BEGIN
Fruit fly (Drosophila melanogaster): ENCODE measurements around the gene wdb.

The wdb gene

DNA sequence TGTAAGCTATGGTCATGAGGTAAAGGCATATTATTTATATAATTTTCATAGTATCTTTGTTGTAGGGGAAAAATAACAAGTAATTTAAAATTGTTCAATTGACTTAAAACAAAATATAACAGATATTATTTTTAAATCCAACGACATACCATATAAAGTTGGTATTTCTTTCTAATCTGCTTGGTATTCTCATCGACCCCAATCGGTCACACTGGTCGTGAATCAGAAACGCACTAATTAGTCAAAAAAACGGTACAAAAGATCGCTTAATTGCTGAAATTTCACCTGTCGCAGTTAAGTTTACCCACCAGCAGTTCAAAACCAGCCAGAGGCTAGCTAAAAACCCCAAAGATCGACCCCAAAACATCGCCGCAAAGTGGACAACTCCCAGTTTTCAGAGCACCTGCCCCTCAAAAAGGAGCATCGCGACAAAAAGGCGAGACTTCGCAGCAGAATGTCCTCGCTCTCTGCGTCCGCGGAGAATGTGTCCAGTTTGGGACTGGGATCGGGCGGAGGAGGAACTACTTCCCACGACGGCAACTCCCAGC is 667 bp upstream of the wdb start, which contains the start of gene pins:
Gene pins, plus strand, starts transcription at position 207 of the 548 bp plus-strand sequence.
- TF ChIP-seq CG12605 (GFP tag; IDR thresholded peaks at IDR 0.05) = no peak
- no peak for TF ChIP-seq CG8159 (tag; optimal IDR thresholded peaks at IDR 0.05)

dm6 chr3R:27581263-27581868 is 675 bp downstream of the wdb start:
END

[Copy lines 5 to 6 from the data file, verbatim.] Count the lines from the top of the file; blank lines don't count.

- TF ChIP-seq CG12605 (GFP tag; IDR thresholded peaks at IDR 0.05) = no peak
- no peak for TF ChIP-seq CG8159 (tag; optimal IDR thresholded peaks at IDR 0.05)